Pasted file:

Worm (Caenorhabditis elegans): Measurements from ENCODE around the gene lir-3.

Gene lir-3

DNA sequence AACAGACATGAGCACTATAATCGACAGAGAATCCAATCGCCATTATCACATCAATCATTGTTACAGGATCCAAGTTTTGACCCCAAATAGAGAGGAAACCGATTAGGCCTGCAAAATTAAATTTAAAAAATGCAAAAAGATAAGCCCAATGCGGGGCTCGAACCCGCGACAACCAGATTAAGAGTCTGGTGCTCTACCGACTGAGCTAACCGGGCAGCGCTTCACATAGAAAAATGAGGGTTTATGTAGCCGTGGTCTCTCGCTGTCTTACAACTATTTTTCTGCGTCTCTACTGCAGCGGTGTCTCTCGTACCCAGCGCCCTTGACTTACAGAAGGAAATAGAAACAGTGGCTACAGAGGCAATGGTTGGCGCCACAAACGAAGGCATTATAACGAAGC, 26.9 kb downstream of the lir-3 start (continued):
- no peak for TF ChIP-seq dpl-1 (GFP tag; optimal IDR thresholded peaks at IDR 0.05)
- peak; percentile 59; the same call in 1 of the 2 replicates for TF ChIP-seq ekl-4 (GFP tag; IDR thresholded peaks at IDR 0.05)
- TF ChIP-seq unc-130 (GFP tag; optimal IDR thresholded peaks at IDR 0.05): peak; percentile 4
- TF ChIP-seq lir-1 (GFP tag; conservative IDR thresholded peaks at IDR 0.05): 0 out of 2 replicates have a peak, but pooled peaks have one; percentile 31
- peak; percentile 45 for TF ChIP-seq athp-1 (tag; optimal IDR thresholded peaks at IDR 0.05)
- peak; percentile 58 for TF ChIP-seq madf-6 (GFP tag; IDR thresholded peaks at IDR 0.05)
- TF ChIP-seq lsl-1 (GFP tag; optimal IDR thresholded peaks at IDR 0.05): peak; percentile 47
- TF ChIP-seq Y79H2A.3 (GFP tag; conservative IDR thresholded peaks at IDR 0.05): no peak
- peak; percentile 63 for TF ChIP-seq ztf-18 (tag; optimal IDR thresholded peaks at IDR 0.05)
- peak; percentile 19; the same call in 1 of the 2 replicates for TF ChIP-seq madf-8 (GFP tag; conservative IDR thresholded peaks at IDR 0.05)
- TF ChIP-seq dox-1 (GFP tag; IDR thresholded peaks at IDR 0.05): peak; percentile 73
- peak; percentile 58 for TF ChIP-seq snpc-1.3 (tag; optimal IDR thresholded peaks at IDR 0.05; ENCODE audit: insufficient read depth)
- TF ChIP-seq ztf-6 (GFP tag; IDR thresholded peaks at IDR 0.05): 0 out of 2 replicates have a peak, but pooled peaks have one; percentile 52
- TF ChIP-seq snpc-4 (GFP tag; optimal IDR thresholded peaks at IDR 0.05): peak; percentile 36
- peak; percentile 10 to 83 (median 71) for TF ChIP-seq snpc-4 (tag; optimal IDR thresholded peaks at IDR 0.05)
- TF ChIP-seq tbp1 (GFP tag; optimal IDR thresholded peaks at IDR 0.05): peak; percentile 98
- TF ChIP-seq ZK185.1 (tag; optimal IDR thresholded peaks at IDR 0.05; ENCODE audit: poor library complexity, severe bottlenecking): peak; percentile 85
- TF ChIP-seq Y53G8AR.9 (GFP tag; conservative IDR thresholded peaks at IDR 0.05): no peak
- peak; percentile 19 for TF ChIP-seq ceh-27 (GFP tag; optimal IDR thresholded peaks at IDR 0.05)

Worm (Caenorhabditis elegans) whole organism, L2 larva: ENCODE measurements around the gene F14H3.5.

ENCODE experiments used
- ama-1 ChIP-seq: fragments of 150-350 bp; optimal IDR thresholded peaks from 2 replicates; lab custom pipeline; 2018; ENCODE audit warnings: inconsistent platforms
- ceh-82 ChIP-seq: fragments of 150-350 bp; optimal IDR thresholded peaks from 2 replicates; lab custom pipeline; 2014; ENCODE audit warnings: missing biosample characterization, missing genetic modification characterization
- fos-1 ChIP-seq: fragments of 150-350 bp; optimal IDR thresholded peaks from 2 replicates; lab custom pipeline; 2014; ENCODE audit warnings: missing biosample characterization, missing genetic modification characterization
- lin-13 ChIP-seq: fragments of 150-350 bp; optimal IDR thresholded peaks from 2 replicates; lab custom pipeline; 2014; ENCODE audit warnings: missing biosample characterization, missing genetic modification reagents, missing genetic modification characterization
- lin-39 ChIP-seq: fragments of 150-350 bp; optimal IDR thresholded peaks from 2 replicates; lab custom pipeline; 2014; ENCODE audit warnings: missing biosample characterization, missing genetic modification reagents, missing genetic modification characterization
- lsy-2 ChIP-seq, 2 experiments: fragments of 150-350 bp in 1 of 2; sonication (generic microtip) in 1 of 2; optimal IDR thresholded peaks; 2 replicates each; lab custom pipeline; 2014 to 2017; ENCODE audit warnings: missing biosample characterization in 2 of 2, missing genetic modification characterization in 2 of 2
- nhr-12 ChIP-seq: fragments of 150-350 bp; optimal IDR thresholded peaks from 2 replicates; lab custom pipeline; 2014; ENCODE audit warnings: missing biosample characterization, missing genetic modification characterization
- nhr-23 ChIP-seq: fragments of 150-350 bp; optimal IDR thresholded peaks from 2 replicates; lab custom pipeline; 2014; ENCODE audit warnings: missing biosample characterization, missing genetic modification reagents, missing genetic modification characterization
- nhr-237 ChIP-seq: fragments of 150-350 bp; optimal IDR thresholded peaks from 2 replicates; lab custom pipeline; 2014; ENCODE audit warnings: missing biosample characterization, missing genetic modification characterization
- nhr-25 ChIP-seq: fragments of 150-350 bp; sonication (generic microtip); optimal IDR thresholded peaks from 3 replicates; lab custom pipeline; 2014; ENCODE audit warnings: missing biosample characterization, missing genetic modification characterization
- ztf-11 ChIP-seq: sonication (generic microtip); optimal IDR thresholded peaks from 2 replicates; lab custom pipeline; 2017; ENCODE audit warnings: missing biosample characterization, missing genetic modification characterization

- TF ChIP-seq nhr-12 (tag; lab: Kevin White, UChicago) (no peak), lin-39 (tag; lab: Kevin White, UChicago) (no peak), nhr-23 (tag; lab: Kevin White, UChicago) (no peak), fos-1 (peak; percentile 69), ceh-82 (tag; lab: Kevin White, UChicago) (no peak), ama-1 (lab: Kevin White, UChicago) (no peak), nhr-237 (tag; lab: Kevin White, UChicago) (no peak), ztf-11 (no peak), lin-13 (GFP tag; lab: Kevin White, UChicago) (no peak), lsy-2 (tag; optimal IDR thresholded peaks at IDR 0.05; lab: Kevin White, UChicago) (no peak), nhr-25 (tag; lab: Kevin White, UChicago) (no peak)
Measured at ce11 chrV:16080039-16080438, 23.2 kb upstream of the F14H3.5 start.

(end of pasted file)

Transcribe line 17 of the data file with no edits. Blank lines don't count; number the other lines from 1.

- TF ChIP-seq snpc-4 (GFP tag; optimal IDR thresholded peaks at IDR 0.05): peak; percentile 36